At a recent fundraiser for the Bobov Hasidic group attended by New York City mayor Bill de Blasio, City Council member David Greenfield told the crowd that de Blasio “did not forget his friends.”
Now, de Blasio’s ties to the Bobov have put him on the defensive, amid a scandal over a nursing home chain run by a prominent Bobov businessman. Allure Group made $72 million in February flipping a Lower East Side home for AIDS patients to a condo developer. Now, the New York City Comptroller and the city’s Department of Investigation are investigating the deal, and de Blasio says that his administration was “misled” by the firm.
Allure’s CEO, Solomon Rubin, is a prominent member of the Boro Park-based Bobov Hasidic group, one of the city’s largest ultra-Orthodox sects. The Bobov enjoy a particularly close relationship with de Blasio, who represented Boro Park in the City Council from 2001 to 2009.
On March 9, days before the Allure scandal broke, de Blasio attended a fundraising dinner for Amidei Zion of Mosdos Bobov, a Bobov charity, at the New York Hilton. The mayor announced trash collection schedule changes meant to ease congestion in Boro Park, earning vigorous applause.
De Blasio’s ties to the Bobov run deep. Bobov powerbroker Rabbi Yitzchok Fleischer, whose mother’s shiva de Blasio and his wife Chirlane McCray attended in January, told the online Jewish magazine Tablet in 2013 that de Blasio “owes me everything.”
“Without me he wouldn’t be anyplace,” Fleischer said.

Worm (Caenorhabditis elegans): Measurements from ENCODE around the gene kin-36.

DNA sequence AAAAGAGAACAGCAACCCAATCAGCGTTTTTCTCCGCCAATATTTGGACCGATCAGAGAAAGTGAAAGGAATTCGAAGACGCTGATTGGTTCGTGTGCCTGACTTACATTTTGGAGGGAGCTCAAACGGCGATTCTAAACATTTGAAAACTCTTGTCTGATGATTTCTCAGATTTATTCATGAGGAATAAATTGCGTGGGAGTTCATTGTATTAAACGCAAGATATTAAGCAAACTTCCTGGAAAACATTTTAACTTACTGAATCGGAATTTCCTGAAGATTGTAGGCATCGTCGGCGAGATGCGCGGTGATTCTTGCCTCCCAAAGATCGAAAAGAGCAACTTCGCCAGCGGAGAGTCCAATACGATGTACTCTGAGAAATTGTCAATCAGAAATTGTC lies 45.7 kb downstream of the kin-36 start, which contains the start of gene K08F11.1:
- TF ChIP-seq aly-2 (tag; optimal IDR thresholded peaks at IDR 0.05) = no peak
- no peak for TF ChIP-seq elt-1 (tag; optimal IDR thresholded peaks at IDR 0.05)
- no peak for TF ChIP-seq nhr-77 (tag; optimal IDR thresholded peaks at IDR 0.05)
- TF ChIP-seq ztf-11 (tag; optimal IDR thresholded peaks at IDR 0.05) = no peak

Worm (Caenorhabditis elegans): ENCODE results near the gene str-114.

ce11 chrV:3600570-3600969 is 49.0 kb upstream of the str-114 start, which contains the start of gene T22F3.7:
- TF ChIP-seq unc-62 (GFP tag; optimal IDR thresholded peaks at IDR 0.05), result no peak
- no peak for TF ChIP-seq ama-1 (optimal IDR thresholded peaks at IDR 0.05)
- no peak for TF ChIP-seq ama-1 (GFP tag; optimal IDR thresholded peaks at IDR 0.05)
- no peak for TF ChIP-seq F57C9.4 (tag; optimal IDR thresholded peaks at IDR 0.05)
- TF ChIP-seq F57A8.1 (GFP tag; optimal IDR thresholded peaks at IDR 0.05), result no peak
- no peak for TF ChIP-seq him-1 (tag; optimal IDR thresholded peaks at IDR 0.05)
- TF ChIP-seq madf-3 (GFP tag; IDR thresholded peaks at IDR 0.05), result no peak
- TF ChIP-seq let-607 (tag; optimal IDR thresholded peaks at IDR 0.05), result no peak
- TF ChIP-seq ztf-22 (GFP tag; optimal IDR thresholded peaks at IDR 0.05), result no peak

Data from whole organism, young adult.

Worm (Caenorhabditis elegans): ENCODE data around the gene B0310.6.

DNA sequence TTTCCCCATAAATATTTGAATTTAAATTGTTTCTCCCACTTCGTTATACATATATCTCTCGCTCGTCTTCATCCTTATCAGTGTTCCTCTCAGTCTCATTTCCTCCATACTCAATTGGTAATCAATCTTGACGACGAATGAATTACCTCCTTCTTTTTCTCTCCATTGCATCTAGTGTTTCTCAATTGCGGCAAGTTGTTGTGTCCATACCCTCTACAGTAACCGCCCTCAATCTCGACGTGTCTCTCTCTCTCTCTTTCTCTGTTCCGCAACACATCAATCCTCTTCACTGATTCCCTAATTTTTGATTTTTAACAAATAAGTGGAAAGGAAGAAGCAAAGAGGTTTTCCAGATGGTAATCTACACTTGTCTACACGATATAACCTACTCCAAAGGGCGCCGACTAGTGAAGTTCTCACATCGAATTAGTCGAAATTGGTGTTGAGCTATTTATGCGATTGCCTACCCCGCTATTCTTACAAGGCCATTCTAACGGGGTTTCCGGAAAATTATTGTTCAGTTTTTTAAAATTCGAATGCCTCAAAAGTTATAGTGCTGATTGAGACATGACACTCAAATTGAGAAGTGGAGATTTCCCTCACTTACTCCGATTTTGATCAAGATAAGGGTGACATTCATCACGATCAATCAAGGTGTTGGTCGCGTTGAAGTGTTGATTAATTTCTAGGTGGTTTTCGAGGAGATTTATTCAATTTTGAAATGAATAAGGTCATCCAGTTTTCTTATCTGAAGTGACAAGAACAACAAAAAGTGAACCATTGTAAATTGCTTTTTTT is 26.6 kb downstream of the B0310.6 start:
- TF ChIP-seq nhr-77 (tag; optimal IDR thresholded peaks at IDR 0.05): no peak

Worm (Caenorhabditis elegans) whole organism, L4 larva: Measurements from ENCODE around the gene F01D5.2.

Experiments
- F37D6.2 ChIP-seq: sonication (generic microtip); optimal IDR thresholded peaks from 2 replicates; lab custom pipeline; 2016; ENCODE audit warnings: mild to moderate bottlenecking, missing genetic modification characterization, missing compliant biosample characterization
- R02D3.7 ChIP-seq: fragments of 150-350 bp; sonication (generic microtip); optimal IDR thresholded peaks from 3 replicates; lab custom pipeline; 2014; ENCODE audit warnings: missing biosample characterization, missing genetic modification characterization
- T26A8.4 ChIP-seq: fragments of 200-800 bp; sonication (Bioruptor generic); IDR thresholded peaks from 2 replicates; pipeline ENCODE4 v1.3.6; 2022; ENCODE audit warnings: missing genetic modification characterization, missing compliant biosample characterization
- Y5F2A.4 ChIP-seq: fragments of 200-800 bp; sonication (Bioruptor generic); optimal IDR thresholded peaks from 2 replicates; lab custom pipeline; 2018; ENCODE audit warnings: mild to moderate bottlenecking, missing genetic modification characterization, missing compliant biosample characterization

De Blasio now faces tough questions about the Allure Group deal. The company purchased the Lower East Side home in February 2015 for just $28 million, promising that it would use the building to operate a nursing home. In November, Allure paid $16 million to the Department of Citywide Administrative Services for permission to retroactively adjust the deed on the property. In February of 2016, thanks to the deed change, Allure sold the property to a condominium developer for $116 million.
“It makes me livid that this happened in one of the agencies that are part of my administration,” de Blasio told the local television station NY 1 on April 1, according to a transcript circulated by the mayor’s office. “We’re looking at all potential legal options related to the company that did this because we have a lot of evidence that they misled us.”
Days earlier, at a press conference at NYPD headquarters, De Blasio told reporters that he was upset to have heard about the flip only after it was made public.
The New York Times reported on March 31 that a prominent lobbyist who at different times worked for both the not-for-profit that sold the building to Allure and the developer that bought the building from Allure has raised $45,000 for de Blasio’s election campaign since October.
Allure owns six New York City nursing homes, according to the group’s website. At least one of its executives shares a surname with Solomon Rubin; another, Joel Landau, who has been Allure’s public face, is not a member of the Bobov Hasidic group.
Rubin did not respond to a message left at Allure’s office.
Rubin sits on the board of Bnos Zion of Bobov, the sect’s school system for girls. “They are very well off and they support a lot of things that are going on in the community,” said Yoel Rosenfeld, a Bobov community activist, of Rubin. “He’s very involved.”
Rosenfeld said that he escorted de Blasio in and out of the Bobov dinner on March 9, and that Rubin did not speak to the mayor. While he assumed Rubin was in attendance, Rosenfeld said that there were more than 1,000 people there, and he did not see him.
New York Senator Charles Schumer also spoke at the March 9 dinner, and Congressman Jerry Nadler was in attendance. The Bobov rebbe, Ben Zion Aryeh Leibish Halberstam, did not arrive at the dinner until after de Blasio had departed.
Josh Nathan-Kazis is a staff writer for the Forward. He covers charities and politics, and writes investigations and longform.